Drugs and prostitutes to boost economy by £10bn
From September, prostitutes and drug dealers will be included in official GDP figures
The British economy is set to receive a £10 billion boost – on paper, at least – as the country revamps the way it calculates its GDP to include prostitution and illegal drugs in its official national accounts.
For the first time in 15 years the Office for National Statistics is ready to "rip up" the way it measures the UK economy, the Financial Times reports.
One of the changes that will take effect in September will be the inclusion of earnings from prostitutes and drug dealers, which experts estimate will add up to 5 per cent to the UK's gross domestic product.
In recent years, other countries have also adjusted the way they measure their economies. Italy's statistical office recently expanded its national accounts to include prostitution and sales of cocaine, the Financial Times notes, and the US added 3.6 per cent to the size of 2012 GDP by expanding its definition of investment.
The Office of National Statistics admits that it made some fairly sweeping estimates to produce its statistics. By the ONS's calculation Britain has approximately 61,000 prostitutes who each took 25 clients a week in 2009, at an average rate of £67.16. It also reckons the UK had 38,000 heroin users in 2009, and sales came to £754m with a street price of £37 a gram.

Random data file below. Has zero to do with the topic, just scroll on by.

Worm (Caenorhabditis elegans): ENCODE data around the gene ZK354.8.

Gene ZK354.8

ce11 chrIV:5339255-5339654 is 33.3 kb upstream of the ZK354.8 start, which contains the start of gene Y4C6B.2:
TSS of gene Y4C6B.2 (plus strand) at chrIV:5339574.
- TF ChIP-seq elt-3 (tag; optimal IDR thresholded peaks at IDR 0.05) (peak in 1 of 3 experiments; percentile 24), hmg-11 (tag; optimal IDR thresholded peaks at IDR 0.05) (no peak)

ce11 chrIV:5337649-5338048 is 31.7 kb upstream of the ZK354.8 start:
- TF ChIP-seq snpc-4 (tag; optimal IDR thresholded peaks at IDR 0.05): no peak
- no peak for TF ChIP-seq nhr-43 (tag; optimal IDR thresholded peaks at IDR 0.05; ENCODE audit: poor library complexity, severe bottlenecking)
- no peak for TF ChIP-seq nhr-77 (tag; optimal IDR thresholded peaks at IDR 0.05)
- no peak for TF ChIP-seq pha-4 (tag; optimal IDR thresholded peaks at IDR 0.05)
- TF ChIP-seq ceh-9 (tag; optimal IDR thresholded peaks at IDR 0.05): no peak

A new approach to measuring "non-profit institutions serving households" – such as charities – will add an even bigger £24 billion to GDP, The Times notes.
Together, the changes will add £34bn or 2.3 per cent to the 2009 level of GDP.
Defending the shift, Joe Grice, chief economic adviser at the ONS, said: "As economies develop and evolve, so do the statistics we use to measure them. These improvements are going on across the world and we are working with our partners in Europe and the wider world on the same agenda. Here in the UK these reforms will help ONS to continue delivering the best possible economic statistics".